Timeline shows Ireland complete all Covid-19 vaccinations in September

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Ireland has now administered the second most Covid-19 vaccines in the EU per 100,000 people. Photo: PA.
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By Digital Desk Staff

All residents who want to receive a Covid-19 vaccine in Ireland will be vaccinated by September, a Minister of State has said.

An updated timeline for the roll-out of a vaccine, published by Minister of State for Public Procurement Ossian Smyth, shows the months of 2021 in which it is expected each section of the population will be immunised against the disease.

Ireland has now administered the second most Covid-19 vaccines in the European Union per 100,000 people.

1.57 per cent of the population has been vaccinated — only behind Denmark's 2.23 per cent — according to statistics from Our World in Data.

The latest figures from the HSE show 77,303 people received their first dose as of Sunday.

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According to Mr Smyth’s vaccination timeline, all residents and staff in nursing homes, all frontline healthcare workers and everyone aged over 70 will be vaccinated in Ireland by March.

By June, those in many professions will be vaccinated, including all other healthcare workers, keyworkers, education workers and those working in crowded environments.

Also vaccinated by the end of June will be everyone aged 55 to 69, those aged 18 to 64 with specific chronic illnesses and all those living in care homes.

From July to September, the vaccine will roll-out to the final three segments of the population — essential workers in less crowded environments, everyone aged 18-54, and finally those aged under 18 or those who are pregnant.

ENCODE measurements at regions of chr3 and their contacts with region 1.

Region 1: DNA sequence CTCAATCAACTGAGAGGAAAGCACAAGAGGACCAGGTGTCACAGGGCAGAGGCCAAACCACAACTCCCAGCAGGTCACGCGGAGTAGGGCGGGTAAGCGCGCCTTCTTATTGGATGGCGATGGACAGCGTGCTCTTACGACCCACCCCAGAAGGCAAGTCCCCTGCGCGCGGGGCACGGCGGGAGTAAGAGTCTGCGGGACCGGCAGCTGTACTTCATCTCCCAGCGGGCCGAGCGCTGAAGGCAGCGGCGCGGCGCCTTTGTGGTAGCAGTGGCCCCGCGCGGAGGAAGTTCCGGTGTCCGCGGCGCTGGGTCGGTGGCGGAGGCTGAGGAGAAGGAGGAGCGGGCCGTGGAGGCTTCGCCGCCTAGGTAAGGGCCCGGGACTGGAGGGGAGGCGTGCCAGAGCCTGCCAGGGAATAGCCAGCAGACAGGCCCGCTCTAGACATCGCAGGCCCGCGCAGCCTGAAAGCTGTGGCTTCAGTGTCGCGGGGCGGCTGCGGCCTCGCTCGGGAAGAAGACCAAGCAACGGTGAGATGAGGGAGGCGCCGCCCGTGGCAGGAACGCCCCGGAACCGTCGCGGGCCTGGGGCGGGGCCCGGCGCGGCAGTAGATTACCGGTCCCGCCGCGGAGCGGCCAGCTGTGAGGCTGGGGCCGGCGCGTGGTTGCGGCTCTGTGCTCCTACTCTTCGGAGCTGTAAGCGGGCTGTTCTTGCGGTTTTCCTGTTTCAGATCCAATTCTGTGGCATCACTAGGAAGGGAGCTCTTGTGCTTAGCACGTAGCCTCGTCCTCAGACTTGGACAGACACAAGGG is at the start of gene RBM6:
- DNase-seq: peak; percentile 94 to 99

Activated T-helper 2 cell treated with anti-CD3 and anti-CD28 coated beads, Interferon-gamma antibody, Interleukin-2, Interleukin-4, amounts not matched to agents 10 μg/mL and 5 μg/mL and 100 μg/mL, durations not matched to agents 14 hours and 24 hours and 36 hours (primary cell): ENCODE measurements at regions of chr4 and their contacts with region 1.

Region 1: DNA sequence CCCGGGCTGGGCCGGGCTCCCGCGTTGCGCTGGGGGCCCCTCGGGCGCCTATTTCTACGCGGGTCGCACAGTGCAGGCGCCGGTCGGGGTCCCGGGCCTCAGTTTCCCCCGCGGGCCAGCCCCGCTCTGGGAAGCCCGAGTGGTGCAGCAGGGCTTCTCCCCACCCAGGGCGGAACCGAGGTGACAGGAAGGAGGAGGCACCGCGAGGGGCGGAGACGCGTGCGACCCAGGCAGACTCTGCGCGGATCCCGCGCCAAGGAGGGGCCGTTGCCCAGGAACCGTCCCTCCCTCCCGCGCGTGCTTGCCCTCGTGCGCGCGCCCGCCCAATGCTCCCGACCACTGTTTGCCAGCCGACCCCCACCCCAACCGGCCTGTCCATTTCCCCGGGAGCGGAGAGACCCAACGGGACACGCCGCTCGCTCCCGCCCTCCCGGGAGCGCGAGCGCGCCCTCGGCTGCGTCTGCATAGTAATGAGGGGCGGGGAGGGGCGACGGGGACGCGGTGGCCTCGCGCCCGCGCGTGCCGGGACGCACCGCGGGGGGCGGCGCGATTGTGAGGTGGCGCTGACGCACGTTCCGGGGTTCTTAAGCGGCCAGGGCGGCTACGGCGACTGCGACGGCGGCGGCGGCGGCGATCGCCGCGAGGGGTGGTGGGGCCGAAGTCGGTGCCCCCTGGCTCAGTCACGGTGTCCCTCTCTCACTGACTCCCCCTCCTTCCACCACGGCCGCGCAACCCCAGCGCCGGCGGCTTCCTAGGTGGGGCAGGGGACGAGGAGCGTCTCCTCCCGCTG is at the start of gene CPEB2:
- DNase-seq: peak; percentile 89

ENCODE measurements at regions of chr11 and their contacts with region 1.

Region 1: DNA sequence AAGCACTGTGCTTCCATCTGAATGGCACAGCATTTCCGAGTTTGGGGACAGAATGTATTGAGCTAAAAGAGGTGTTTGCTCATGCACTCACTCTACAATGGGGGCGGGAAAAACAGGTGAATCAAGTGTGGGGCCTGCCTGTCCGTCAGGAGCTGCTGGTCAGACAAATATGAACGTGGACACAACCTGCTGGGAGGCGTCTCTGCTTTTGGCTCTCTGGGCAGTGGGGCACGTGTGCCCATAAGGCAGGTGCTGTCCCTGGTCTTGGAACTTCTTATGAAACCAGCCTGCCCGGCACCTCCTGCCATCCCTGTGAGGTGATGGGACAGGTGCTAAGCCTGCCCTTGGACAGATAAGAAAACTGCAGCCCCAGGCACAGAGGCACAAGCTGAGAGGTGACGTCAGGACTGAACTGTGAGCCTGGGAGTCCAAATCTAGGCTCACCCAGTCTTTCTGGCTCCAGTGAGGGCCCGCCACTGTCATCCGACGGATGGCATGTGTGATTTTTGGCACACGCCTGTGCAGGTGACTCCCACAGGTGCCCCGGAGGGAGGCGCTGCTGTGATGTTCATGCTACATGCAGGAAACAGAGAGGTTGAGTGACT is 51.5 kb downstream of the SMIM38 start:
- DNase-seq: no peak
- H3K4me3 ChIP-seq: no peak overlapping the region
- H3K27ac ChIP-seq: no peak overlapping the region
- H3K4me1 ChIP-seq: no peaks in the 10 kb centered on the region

Mr Smyth said the vaccination supply schedule was a “best guess,” as it depended on variables such as when vaccines were approved and how quickly they could be manufactured.

“The HSE has committed to administer every dose of the vaccine at the speed that they receive them,” he said on Twitter.

“Procurement and IT are vital to the success of the vaccination programme. In addition to procuring the vaccines themselves, we need millions of surgical steel needles and syringes to administer up to 10 million vaccine doses.”

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Mr Smyth said he had received confirmation that Ireland had secured enough supplies to administer 10 million vaccine doses.

First mass vaccination centre

He added the country’s first mass vaccination centre had opened on Wednesday in Sandyford, however, it was currently only administering vaccines to healthcare staff amid current limited supply.

“This facility will vaccinate 100 people per hour and can be scaled up,” he said.

“We are currently administering 50,000 does per week, matching our starting supply, but that will increase to 285,000 doses per week in the summer as more vaccines are approved and as manufacturing increases.”

Speaking in the Dáil on Thursday, Tánaiste Leo Varadkar said the country could ramp up the numbers vaccinated each week to 100,000 from February.

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This rate of vaccination could be achieved if a vaccine from AstraZeneca and Oxford University is approved for use in Europe at the end of January, Mr Varadkar said.

“We’re advised the European Medicines Agency (EMA) will meet on the 29th of January, and all things going to plan, will approve the vaccine,” he said.

“That’s very significant because that will allow us to ramp up the number of vaccines we’re doing every week from about 50,000 this week to well over 100,000 in February once that vaccine becomes available.”

Earlier in the week, it emerged that the Government now expects that at least four million people in the State will be vaccinated against Covid-19 by the end of September.

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